This week’s Torah portion, Acharei Mot (Lev. 16:1 – 18:30) begins by mentioning the death of the two eldest sons of Aaron, who brought “strange fire” before God, and died in the Holy of Holies at the time of the dedication of the Tabernacle. The text then turns to the laws of annual purification and expiation of sin which will in time become the Yom Kippur ritual, followed by laws about eating meat, and laws about sexual intercourse.
One possible inference from this sequence is that Nadav and Abihu committed a violation which cost them their lives, and the Torah is taking care to be sure that no other lives are lost for the same reason. Adherence to God’s laws is necessary to maintain a distance between the holy and the mundane. However, a verse in this Torah portion points out that there can also be danger in adhering too closely to the law. Lev. 18:5 reads, “You shall keep my laws and rules which, if people do, they will live in them”. Later Jewish law (halacha) has used this verse as the basis for the rule of pekuach nefesh, that Jewish law should be broken when keeping it endangers a human life. Rabbi Leo Baeck commented on this passage, “The great commandment is to live”.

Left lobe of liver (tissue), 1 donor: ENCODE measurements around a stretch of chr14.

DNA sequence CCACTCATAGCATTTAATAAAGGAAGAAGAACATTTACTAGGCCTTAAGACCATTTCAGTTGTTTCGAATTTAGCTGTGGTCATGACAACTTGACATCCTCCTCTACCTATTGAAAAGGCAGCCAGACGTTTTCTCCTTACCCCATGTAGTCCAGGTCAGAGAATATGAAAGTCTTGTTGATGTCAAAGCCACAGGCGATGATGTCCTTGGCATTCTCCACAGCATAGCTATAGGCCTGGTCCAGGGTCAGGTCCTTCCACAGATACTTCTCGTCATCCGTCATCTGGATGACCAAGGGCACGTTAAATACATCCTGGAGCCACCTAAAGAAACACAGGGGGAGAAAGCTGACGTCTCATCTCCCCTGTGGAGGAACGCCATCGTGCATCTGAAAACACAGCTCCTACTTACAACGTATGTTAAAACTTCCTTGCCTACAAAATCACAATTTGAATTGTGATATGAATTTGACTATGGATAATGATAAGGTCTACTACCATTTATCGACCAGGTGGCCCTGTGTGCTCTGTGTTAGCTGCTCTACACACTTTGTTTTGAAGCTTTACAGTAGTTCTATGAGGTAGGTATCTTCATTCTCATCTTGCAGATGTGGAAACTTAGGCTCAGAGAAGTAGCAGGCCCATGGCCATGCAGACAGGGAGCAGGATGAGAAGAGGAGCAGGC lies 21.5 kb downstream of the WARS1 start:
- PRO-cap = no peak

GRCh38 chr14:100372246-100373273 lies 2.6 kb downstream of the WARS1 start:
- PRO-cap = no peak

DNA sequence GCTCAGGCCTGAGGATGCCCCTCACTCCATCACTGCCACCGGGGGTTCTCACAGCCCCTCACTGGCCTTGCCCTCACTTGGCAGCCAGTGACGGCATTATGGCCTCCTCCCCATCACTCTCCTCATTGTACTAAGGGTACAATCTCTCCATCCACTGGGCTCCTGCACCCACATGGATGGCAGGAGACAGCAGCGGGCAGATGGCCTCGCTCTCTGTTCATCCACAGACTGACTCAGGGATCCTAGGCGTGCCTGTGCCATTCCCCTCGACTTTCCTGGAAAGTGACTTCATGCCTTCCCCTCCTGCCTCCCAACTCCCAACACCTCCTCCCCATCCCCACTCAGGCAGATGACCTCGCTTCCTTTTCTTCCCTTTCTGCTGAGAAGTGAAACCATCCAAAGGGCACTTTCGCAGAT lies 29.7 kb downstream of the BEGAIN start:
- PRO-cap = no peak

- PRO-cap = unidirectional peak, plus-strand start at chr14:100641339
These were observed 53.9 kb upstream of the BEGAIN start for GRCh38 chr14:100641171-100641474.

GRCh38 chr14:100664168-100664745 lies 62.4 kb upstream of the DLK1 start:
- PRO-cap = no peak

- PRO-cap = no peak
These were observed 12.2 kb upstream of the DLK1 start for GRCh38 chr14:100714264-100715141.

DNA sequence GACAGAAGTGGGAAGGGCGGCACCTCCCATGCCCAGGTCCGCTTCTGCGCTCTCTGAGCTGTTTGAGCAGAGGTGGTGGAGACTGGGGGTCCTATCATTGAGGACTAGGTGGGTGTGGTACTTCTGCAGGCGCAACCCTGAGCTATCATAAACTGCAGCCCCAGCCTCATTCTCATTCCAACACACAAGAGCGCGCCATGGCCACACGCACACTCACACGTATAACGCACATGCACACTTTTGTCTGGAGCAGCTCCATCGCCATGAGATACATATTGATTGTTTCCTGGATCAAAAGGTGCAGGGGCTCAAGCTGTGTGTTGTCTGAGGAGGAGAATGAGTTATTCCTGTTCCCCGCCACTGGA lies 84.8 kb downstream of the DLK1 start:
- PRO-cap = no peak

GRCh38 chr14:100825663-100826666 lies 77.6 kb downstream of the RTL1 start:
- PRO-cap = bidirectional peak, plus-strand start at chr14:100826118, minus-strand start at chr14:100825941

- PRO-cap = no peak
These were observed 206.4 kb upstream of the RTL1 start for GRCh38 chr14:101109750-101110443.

At this time of Passover, we are commanded to remove all leavened items from our homes and from our diets. We restrict ourselves from forbidden foods for the eight days of the festival, and there is holiness in the restriction. But let us not become so concerned about what we will and will not eat that it creates a barrier to our enjoyment of this festival of freedom. May Passover be a reminder of the liberation of our people from slavery in Egypt and a call to liberation for all peoples of the world. And may your observance come close to what God asks of us, but not too close.
Shabbat Shalom and Chag Pesach Sameach,